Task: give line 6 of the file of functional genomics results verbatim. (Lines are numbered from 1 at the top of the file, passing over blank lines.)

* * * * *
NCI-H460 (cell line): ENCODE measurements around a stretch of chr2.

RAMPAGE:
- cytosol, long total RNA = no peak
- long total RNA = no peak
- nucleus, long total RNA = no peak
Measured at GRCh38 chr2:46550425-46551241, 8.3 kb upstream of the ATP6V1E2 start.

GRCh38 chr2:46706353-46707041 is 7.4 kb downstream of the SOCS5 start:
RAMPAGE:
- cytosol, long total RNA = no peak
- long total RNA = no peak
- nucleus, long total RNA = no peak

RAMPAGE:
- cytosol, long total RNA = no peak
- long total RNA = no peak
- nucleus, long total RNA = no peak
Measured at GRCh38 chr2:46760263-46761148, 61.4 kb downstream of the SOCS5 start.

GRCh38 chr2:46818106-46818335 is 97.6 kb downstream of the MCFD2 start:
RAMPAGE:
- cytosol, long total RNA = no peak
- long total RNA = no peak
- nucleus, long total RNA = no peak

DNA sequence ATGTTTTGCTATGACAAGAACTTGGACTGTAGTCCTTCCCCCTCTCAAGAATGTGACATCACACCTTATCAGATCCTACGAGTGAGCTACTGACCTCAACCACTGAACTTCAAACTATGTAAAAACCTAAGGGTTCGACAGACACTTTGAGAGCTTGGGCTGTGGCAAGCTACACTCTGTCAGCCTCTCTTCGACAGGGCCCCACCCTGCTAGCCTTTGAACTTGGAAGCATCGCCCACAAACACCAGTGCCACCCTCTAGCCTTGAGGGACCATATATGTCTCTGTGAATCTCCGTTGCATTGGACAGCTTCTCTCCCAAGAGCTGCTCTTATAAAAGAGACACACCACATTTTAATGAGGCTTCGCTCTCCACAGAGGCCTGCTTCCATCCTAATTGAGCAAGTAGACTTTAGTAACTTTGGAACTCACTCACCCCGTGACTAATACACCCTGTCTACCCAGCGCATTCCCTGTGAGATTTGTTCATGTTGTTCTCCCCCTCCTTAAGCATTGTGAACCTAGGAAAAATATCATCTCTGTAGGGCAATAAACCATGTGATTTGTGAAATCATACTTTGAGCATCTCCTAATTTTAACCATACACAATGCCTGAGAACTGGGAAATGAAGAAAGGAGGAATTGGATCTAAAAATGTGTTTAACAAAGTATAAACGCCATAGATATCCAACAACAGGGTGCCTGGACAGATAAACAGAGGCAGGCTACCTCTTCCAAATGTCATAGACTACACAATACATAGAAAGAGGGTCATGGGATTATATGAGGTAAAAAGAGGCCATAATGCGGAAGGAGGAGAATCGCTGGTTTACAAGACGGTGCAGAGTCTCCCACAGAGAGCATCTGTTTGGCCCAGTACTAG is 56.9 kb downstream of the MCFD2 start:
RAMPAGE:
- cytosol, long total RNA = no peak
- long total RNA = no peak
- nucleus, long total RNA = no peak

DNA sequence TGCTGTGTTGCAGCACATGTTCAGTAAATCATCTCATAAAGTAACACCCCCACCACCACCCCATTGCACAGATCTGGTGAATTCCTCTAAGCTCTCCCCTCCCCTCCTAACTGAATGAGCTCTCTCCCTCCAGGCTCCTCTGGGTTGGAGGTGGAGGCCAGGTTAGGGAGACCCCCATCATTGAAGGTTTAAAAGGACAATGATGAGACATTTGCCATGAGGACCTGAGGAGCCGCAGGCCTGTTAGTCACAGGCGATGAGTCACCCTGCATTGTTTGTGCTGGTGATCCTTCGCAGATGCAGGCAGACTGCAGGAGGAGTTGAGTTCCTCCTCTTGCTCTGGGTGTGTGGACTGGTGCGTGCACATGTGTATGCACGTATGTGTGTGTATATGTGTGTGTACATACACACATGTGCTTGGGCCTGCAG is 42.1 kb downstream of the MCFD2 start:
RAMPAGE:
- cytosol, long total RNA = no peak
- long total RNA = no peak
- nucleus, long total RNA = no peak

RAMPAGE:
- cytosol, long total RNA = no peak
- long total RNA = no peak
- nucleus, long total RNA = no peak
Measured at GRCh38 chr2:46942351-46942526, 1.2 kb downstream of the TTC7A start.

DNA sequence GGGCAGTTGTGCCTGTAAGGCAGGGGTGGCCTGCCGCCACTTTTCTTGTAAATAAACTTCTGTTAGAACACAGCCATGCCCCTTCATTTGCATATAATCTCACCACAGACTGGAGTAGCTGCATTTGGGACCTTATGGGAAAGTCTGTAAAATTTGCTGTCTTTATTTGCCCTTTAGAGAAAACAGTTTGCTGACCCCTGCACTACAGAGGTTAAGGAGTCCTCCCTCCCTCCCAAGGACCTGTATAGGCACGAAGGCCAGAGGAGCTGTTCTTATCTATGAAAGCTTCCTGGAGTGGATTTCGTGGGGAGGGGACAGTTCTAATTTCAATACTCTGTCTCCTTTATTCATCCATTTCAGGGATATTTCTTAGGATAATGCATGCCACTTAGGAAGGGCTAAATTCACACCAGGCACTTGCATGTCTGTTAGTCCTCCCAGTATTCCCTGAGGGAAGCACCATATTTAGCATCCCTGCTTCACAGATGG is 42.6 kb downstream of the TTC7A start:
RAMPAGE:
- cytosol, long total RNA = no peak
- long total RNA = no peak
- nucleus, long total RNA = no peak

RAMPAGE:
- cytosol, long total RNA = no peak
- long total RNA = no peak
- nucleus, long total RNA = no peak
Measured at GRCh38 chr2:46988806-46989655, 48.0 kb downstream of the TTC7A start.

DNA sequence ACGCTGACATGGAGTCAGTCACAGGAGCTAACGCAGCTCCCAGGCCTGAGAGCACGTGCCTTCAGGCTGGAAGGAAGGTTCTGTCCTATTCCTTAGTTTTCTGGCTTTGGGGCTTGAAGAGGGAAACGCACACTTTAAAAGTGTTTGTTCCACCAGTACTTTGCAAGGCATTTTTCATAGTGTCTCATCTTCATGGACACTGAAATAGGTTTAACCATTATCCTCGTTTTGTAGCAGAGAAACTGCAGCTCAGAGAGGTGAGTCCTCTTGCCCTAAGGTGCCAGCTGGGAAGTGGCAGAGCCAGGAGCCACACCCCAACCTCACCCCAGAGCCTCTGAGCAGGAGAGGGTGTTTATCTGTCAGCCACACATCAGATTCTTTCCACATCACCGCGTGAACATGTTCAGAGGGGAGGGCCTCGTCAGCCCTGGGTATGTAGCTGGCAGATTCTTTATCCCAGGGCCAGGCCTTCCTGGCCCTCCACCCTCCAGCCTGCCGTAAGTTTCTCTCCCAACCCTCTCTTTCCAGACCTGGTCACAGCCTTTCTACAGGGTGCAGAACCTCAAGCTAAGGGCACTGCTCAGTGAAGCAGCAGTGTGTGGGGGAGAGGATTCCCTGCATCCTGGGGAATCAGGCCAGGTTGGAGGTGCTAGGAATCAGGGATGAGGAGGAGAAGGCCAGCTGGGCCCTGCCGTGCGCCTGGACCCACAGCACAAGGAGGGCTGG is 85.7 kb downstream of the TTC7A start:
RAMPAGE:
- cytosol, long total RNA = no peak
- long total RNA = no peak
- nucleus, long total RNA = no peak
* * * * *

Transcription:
Measured at GRCh38 chr2:46550425-46551241, 8.3 kb upstream of the ATP6V1E2 start.